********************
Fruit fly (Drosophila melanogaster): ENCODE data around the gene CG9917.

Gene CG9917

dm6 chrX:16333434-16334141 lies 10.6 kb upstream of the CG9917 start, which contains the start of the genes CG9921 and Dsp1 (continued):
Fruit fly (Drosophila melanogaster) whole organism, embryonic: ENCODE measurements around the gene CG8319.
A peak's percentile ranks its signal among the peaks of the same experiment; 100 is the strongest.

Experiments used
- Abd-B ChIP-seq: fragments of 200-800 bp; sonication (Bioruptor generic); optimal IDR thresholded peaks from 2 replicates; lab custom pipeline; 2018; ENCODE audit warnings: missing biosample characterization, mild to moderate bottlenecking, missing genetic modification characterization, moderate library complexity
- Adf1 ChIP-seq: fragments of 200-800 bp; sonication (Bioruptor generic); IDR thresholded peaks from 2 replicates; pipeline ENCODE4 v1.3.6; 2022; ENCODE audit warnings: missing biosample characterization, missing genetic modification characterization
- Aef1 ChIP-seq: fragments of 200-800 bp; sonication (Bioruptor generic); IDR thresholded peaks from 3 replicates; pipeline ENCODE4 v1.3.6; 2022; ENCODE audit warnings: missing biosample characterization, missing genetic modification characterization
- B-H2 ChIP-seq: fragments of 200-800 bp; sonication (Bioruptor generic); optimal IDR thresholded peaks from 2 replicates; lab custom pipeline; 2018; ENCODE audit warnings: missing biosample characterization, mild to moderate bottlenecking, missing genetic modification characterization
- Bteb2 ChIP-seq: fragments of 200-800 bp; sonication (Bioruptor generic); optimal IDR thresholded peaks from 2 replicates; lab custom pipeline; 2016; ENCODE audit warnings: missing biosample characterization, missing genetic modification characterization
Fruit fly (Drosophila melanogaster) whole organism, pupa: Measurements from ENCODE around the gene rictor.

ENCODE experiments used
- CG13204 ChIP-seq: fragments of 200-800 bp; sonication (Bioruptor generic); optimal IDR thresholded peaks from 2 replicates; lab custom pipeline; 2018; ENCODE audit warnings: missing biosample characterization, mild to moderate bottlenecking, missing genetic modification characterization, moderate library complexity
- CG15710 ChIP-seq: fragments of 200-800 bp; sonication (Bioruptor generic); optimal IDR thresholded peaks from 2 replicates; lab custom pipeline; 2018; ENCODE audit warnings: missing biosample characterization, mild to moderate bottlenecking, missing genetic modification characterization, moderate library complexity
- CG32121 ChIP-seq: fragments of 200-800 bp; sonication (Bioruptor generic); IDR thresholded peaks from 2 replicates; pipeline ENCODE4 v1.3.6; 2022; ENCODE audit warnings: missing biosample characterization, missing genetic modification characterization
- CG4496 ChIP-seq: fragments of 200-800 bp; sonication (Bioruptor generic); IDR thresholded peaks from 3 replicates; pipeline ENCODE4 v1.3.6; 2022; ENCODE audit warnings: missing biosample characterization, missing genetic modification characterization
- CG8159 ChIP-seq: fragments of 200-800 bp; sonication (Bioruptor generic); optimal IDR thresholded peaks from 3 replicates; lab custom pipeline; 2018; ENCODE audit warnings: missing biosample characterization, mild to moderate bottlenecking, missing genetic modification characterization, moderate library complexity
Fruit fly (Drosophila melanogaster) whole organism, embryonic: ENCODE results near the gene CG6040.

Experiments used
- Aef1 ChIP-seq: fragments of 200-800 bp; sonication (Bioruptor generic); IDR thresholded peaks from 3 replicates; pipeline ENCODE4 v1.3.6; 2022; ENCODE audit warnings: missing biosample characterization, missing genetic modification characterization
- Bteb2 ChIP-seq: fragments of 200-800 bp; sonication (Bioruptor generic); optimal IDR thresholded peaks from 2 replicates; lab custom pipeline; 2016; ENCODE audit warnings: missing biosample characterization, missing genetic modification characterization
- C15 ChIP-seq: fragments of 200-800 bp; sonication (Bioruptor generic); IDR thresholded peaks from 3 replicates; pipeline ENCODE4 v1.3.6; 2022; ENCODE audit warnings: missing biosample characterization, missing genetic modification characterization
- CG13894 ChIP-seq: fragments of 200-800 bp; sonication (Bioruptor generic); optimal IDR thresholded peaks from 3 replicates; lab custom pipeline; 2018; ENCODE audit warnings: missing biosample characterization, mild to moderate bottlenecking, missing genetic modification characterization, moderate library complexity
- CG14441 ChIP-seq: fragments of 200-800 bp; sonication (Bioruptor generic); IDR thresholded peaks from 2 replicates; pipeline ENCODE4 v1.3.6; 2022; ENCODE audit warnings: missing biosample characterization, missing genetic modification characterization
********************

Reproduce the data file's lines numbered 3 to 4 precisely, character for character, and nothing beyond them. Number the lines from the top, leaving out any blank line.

dm6 chrX:16333434-16334141 lies 10.6 kb upstream of the CG9917 start, which contains the start of the genes CG9921 and Dsp1 (continued):
Fruit fly (Drosophila melanogaster) whole organism, embryonic: ENCODE measurements around the gene CG8319.